Reporting Security Scams
Reporting a security scam to the appropriate authorities is encouraged to protect our customers. The following tips will help you avoid becoming a victim of a fraud or targeted scam activity.
Protect Yourself from Scams
Protect yourself from criminal activity. Here are tips to help you recognize, report, and avoid falling victim to scams.
As society evolves and invents new ways to communicate and conduct business, consumers are targeted by scammers through a variety of channels. Perpetrators are getting more creative and sometimes use the name of large, reputable companies to make their scams credible.
Consumers are randomly targeted by scammers, who use our company names to take advantage of their victims. We are concerned about all scamming activity, and when possible, provide the appropriate information about these actions to the authorities for their investigation.
Things to Know
- We do not participate in lotteries, sweepstakes, or any mail offering for monetary prizes.
- A company representative will not contact a customer by phone to demand an emergency payment of a premium for a policy that is about to lapse.
- Customers may occasionally receive a courtesy call from their State Farm® agent's office reminding them of an overdue payment. Make sure it is your personal agent's office. If you are suspicious, hang up and call the agent's office back.
- We use regular billing periods and regularly scheduled premium notices to notify our customers of any amounts outstanding or overdue.
- We may send additional notices by mail if a premium amount is outstanding or overdue.
- Do not provide personal or private information — including information about your insurance policies, financial accounts, or credit cards — to any person unknown to you or with unverifiable credentials or connection to you.
- Do not try to cash any unknown or unauthenticated cheques, or otherwise accept any offer of money.
- If the Desjardins, Certas Home and Auto Insurance Company or State Farm name or logo is used in a communication and you are suspicious, call a local State Farm agent who will help determine whether what you received is authentic or not.
- If you receive any communication that looks different from what you normally receive from your agent or us, do not hesitate to call your agent or an authorized company representative to report the suspicious activity.
- If you are contacted by phone or in person, be wary of anyone who gives you only vague information about themselves or the entity they claim to represent. Ask questions. Try to get as much information as possible. If the caller gets nervous, gives sketchy or little information, or refuses to provide information, it is likely a scam. In that case, hang up and call the agent or company directly.
Scams take various forms. The most common we hear about are letters, emails, or phone calls. Take the following, for example:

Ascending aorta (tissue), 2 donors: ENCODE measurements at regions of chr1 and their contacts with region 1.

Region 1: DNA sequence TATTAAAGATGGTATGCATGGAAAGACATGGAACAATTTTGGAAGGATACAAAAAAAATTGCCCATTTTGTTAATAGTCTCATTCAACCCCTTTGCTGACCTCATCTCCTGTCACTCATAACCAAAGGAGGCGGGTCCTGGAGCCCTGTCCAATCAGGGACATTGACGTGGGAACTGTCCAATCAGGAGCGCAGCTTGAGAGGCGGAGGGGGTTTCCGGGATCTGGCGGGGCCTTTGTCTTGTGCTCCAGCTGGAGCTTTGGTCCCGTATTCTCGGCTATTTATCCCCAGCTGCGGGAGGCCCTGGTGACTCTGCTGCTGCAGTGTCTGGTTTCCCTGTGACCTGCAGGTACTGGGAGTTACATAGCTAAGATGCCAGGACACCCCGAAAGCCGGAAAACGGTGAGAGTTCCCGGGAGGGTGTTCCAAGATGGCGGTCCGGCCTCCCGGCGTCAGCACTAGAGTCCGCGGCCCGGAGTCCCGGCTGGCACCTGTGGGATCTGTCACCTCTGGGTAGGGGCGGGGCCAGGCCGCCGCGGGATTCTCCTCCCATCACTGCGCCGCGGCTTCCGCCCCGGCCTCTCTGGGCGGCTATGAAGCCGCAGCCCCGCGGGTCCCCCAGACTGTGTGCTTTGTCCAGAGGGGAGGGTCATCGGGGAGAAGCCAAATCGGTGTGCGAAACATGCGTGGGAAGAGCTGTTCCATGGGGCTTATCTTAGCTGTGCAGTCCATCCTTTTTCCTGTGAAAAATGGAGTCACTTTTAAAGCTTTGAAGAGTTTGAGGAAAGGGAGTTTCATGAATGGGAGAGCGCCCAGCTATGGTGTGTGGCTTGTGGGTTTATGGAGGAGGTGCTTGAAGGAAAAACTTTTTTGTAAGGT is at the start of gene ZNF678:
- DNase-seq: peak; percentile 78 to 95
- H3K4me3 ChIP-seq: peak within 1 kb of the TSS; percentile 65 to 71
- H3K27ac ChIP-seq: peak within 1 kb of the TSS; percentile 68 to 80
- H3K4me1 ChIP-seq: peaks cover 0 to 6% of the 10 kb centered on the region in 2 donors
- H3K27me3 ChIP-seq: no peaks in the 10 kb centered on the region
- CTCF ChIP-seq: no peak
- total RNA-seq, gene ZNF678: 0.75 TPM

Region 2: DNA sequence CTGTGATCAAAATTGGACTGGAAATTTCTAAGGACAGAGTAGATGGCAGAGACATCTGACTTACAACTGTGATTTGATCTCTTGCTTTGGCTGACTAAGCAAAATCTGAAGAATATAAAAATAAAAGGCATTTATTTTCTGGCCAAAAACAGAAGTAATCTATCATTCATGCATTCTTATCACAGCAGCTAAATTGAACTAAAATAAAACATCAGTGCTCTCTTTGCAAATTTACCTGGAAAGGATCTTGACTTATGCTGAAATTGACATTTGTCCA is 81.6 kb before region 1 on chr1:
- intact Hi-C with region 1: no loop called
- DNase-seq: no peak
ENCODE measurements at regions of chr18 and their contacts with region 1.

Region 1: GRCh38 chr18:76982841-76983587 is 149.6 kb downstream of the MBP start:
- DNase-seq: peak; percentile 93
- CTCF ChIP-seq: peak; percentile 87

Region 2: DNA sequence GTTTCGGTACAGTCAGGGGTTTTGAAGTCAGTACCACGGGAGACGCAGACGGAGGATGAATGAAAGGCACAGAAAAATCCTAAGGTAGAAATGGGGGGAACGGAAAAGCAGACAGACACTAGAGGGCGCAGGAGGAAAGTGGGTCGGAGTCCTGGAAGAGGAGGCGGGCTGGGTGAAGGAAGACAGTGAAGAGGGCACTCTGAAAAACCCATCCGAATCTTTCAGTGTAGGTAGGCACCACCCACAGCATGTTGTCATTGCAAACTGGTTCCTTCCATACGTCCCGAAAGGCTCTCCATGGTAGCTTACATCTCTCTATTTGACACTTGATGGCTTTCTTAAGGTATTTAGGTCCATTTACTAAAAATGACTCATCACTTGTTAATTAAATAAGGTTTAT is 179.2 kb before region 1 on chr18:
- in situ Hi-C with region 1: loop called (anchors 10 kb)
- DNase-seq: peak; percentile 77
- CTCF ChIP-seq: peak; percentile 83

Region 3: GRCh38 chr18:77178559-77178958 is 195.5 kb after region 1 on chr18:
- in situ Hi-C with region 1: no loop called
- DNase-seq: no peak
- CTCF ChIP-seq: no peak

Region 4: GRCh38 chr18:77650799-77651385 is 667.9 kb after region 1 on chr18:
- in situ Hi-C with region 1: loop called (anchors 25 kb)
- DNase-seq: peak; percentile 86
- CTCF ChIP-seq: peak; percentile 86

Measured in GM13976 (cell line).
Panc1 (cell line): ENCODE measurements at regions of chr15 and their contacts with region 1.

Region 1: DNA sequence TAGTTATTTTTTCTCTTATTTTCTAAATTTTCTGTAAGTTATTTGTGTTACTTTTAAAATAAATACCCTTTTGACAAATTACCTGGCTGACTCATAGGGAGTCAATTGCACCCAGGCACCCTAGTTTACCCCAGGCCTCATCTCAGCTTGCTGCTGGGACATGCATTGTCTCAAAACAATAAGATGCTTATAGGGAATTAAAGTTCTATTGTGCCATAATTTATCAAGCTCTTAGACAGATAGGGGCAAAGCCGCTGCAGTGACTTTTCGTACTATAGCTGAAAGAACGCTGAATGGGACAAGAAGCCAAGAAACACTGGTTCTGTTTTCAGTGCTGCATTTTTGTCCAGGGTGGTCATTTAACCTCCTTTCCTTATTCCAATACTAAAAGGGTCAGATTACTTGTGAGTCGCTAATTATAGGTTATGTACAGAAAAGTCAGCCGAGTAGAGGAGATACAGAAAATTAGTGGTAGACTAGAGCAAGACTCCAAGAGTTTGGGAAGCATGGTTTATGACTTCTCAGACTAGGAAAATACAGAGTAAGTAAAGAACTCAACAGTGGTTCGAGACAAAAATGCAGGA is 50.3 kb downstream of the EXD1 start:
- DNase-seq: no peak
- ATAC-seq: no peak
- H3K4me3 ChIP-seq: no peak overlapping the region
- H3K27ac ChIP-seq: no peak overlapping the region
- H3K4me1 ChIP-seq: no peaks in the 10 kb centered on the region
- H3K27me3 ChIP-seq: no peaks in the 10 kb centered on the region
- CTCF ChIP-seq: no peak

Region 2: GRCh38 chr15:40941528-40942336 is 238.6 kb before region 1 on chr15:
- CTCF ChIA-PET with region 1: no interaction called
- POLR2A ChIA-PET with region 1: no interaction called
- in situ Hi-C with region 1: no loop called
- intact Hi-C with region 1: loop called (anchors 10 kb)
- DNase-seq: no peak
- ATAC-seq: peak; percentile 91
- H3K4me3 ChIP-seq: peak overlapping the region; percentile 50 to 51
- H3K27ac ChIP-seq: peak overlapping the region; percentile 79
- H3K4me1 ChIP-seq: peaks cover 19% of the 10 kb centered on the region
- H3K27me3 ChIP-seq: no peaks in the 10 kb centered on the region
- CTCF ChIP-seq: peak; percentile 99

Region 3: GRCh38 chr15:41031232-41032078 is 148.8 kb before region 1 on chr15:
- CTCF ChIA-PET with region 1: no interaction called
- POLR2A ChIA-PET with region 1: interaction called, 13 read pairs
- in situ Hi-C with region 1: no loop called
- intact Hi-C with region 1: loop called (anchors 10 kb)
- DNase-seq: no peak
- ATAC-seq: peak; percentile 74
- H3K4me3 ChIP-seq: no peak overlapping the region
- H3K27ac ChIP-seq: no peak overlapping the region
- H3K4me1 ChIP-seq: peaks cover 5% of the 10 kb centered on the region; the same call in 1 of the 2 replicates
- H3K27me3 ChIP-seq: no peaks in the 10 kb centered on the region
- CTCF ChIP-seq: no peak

Scam example: You are notified you have won a lottery or other monetary prize.
A bogus cheque for a smaller amount is often included to cover "administrative costs," taxes, or fees. The cheque may:
- Feature a corporate logo.
- Appear to be signed by a company representative.
- You may be given a claim number and asked to contact an "agent" or prize administrator to claim the rest of your "prize."
In the case of a letter or email, scammers may use a Desjardins, Certas Home and Auto Insurance Company, State Farm or another well-known logo, or try to make it appear that a "contest" is sponsored by the organization. It may appear as though a company executive has signed the letter or cheque, even copying or forging his or her signature.
Contact the financial institution or organization directly and have them confirm the validity of the documents you've received. Use the contact information provided on their official documents (other than the one you've received), such as the company's official website.
Scam example: You are told that your insurance policy is about to lapse or be cancelled due to unpaid premium.
- The scammer asks for your credit card information to pay the necessary amount due to avoid cancellation or lapse in coverage.
If you get a call reminding you of an overdue payment, make sure it is your personal State Farm agent's office calling. If you have any doubt, hang up and call your agent's office at a phone number you know to be correct. Your State Farm agent's first concern is that you and your personal information remain safe, so the agent's office will be glad to receive a call back.
Scam example: You get an authentic-looking bill indicating you are in "Past Due" status; but you don't remember the purchase or the transaction for such a bill.
If you do not recognize the company name or remember buying the item listed on the bill, call the billing company to confirm your purchase.
"Unclaimed property assistance" may or may not be a scam.
You may get an offer to assist with retrieving unclaimed property for a nominal fee. This is often thought to be a scam but may be a legitimate service, in some instances.
To be safe, do your research. It is wise to go to the appropriate provincial ministry involved and claim your property directly from the agency. You can usually learn more about this by performing an Internet search using terms like "[your province] unclaimed property."